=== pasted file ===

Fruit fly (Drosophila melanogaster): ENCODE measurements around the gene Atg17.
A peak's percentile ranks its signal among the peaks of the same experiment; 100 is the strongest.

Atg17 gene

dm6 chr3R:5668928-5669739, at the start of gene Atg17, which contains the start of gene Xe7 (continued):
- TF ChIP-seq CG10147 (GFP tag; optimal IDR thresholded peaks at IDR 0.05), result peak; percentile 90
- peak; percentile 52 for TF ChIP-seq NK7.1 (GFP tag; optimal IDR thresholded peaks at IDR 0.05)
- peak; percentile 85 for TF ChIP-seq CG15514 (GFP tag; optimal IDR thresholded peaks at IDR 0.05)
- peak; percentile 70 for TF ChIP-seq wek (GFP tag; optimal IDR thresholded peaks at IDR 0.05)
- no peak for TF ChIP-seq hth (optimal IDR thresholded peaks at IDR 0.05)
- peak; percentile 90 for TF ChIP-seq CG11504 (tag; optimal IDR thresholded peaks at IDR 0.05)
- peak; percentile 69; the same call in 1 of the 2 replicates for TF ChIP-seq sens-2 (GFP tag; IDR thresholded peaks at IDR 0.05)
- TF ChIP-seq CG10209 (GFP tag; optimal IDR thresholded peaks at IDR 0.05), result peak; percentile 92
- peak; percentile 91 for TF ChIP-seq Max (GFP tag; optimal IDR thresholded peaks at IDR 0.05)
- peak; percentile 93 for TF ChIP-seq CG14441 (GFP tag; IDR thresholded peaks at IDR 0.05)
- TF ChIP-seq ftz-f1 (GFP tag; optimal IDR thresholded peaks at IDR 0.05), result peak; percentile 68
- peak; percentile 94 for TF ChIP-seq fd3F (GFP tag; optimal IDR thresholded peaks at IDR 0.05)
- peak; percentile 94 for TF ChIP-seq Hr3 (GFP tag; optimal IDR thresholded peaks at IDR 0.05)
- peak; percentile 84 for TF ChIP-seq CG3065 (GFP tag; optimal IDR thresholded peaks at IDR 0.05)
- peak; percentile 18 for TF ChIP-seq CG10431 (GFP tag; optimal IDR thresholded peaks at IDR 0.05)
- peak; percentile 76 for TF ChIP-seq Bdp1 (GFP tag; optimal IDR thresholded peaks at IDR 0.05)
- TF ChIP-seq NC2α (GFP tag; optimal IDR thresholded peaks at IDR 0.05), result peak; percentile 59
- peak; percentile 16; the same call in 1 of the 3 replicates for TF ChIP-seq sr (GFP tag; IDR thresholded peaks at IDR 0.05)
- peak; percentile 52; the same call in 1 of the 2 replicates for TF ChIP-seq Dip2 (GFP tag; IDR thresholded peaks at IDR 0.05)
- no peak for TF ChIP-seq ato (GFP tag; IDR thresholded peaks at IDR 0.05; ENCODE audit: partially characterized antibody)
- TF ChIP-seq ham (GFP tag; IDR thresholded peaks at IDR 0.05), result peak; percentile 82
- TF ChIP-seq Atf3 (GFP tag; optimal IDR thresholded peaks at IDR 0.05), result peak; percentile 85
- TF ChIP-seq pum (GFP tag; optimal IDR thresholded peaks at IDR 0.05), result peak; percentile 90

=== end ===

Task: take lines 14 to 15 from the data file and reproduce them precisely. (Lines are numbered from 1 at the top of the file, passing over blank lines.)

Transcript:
- peak; percentile 93 for TF ChIP-seq CG14441 (GFP tag; IDR thresholded peaks at IDR 0.05)
- TF ChIP-seq ftz-f1 (GFP tag; optimal IDR thresholded peaks at IDR 0.05), result peak; percentile 68